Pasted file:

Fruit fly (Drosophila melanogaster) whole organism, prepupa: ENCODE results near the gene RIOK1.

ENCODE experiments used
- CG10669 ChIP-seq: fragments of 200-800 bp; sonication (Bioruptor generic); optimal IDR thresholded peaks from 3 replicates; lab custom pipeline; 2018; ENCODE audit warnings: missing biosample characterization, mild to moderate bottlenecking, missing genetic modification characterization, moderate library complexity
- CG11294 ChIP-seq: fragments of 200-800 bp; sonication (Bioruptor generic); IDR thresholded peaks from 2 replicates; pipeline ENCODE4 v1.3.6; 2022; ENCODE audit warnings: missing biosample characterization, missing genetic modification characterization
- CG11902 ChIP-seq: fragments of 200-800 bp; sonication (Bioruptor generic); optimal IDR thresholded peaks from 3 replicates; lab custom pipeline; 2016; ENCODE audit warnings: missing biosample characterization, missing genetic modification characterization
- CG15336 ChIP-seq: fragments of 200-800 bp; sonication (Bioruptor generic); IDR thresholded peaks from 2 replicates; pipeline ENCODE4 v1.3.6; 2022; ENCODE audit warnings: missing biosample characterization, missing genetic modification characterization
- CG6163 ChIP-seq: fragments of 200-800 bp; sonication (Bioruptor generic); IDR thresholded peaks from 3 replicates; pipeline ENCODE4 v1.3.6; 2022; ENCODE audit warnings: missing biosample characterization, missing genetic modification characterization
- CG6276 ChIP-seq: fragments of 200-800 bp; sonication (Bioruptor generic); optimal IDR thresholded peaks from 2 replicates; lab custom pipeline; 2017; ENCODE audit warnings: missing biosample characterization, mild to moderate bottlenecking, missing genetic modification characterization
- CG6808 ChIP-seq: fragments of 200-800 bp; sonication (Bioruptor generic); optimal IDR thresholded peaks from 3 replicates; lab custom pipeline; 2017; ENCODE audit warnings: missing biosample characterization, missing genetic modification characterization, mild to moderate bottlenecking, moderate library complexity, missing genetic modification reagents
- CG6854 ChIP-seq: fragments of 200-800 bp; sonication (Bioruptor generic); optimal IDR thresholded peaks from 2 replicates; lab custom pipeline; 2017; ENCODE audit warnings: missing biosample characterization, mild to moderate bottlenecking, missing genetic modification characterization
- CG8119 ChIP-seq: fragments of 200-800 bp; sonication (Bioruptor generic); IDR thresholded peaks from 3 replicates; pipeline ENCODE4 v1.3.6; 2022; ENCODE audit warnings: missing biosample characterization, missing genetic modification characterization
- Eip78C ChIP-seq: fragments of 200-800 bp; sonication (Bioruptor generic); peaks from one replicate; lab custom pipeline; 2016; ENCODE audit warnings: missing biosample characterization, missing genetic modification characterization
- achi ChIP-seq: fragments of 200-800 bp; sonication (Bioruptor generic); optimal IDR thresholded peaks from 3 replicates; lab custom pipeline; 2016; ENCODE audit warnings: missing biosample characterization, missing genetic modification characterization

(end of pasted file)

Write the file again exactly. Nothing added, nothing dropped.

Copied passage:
Fruit fly (Drosophila melanogaster) whole organism, prepupa: ENCODE results near the gene RIOK1.

ENCODE experiments used
- CG10669 ChIP-seq: fragments of 200-800 bp; sonication (Bioruptor generic); optimal IDR thresholded peaks from 3 replicates; lab custom pipeline; 2018; ENCODE audit warnings: missing biosample characterization, mild to moderate bottlenecking, missing genetic modification characterization, moderate library complexity
- CG11294 ChIP-seq: fragments of 200-800 bp; sonication (Bioruptor generic); IDR thresholded peaks from 2 replicates; pipeline ENCODE4 v1.3.6; 2022; ENCODE audit warnings: missing biosample characterization, missing genetic modification characterization
- CG11902 ChIP-seq: fragments of 200-800 bp; sonication (Bioruptor generic); optimal IDR thresholded peaks from 3 replicates; lab custom pipeline; 2016; ENCODE audit warnings: missing biosample characterization, missing genetic modification characterization
- CG15336 ChIP-seq: fragments of 200-800 bp; sonication (Bioruptor generic); IDR thresholded peaks from 2 replicates; pipeline ENCODE4 v1.3.6; 2022; ENCODE audit warnings: missing biosample characterization, missing genetic modification characterization
- CG6163 ChIP-seq: fragments of 200-800 bp; sonication (Bioruptor generic); IDR thresholded peaks from 3 replicates; pipeline ENCODE4 v1.3.6; 2022; ENCODE audit warnings: missing biosample characterization, missing genetic modification characterization
- CG6276 ChIP-seq: fragments of 200-800 bp; sonication (Bioruptor generic); optimal IDR thresholded peaks from 2 replicates; lab custom pipeline; 2017; ENCODE audit warnings: missing biosample characterization, mild to moderate bottlenecking, missing genetic modification characterization
- CG6808 ChIP-seq: fragments of 200-800 bp; sonication (Bioruptor generic); optimal IDR thresholded peaks from 3 replicates; lab custom pipeline; 2017; ENCODE audit warnings: missing biosample characterization, missing genetic modification characterization, mild to moderate bottlenecking, moderate library complexity, missing genetic modification reagents
- CG6854 ChIP-seq: fragments of 200-800 bp; sonication (Bioruptor generic); optimal IDR thresholded peaks from 2 replicates; lab custom pipeline; 2017; ENCODE audit warnings: missing biosample characterization, mild to moderate bottlenecking, missing genetic modification characterization
- CG8119 ChIP-seq: fragments of 200-800 bp; sonication (Bioruptor generic); IDR thresholded peaks from 3 replicates; pipeline ENCODE4 v1.3.6; 2022; ENCODE audit warnings: missing biosample characterization, missing genetic modification characterization
- Eip78C ChIP-seq: fragments of 200-800 bp; sonication (Bioruptor generic); peaks from one replicate; lab custom pipeline; 2016; ENCODE audit warnings: missing biosample characterization, missing genetic modification characterization
- achi ChIP-seq: fragments of 200-800 bp; sonication (Bioruptor generic); optimal IDR thresholded peaks from 3 replicates; lab custom pipeline; 2016; ENCODE audit warnings: missing biosample characterization, missing genetic modification characterization